Tuesday, April 7, 2020
First satellite QSO with TH-D72
I knew this day would come - I just didn't know it would take 19 months and a pandemic to make it happen. Or, more accurately, the boredom to make it happen, that is a chief side-effect of the pandemic.
Despite having lost any familiarity with the radio I might have once had, I was able to set up the parameters that allowed full-duplex operation on the correct frequencies.
And I have to admit it - it was an amazing thing to hear to hear my own voice in the headphones simultaneously as I spoke, knowing that the RF representing it had traveled up to the satellite and back. All with an output of 2 watts.
Prior to the pass, I had spent the better part of an hour being inspired by several videos on Bob KK4DIV's YouTube channel. By the time the Minute of Truth arrived, I was ready to go.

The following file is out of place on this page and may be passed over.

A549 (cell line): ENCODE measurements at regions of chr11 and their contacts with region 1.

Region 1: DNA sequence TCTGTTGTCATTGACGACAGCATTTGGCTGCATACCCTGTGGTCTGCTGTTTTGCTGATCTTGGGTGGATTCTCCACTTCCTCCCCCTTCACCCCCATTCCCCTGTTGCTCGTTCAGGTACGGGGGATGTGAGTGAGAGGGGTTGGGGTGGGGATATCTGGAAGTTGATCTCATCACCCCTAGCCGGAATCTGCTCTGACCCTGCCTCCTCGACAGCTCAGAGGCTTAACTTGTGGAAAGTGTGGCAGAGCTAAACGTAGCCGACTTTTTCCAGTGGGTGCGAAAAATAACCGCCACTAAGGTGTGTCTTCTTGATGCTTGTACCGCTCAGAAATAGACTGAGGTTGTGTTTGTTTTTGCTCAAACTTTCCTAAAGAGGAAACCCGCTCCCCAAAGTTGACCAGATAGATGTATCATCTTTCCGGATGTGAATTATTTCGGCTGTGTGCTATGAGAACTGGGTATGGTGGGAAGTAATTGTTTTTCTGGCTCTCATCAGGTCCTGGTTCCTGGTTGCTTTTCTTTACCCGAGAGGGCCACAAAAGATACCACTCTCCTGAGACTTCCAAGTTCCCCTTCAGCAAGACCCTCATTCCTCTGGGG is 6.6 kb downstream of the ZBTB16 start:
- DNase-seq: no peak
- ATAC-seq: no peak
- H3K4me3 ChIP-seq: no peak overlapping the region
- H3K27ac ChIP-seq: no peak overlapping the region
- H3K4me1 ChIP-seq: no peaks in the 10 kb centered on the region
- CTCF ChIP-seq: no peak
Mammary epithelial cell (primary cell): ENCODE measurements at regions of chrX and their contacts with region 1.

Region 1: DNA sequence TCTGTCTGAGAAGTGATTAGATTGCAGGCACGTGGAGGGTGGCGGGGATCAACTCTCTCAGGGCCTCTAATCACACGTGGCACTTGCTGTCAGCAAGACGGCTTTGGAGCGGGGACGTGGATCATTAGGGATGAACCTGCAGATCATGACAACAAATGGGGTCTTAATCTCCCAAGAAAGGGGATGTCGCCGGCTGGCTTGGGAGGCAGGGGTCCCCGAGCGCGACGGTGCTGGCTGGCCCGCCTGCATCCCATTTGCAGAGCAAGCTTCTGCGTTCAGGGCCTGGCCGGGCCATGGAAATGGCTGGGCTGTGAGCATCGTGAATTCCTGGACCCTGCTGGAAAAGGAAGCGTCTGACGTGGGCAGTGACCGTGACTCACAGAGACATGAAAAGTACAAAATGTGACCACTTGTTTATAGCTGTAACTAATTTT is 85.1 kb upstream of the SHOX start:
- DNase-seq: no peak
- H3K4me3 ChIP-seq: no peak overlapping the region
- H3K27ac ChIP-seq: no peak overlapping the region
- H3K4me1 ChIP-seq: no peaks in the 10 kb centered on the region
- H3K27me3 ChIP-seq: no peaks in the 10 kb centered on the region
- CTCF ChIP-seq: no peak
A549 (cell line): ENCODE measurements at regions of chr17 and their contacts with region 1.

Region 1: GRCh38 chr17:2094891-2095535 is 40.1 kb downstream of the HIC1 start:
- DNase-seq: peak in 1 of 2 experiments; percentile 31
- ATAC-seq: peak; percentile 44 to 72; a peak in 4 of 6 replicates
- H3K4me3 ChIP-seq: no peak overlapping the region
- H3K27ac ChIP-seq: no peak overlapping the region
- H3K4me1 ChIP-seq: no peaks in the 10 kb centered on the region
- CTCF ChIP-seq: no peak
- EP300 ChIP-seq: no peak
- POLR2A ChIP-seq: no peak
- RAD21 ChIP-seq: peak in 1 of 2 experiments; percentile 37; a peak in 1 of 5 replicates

I didn't have a voice recorder to log my contacts and I knew that working the "EasySats" doesn't leave time to write much down, so I set up my RSPduo and used the recording function built into the software that runs it to record my transmit frequency. The recording is time-stamped so it's easy to see when, and hear with whom, a contact takes place.
I didn't expect to start receiving the sat until it was at least 15 degrees up - we are surrounded by tall trees here but it seemed not to matter very much. The first intelligible signals began at a satellite elevation of 8 degrees and were then solid for the remainder of the pass.
The last time I made any contacts with satellites was at least 12 years ago and it was with a Yaesu FT-857D. It had more power but it didn't have full-duplex. Today's contacts sounded almost like phone calls, thanks to that capability.
In an email after the pass, Michael KJ5Z (one of the stations I contacted) told me that weekday passes are now as crowded as weekends, due to the number of people now staying home.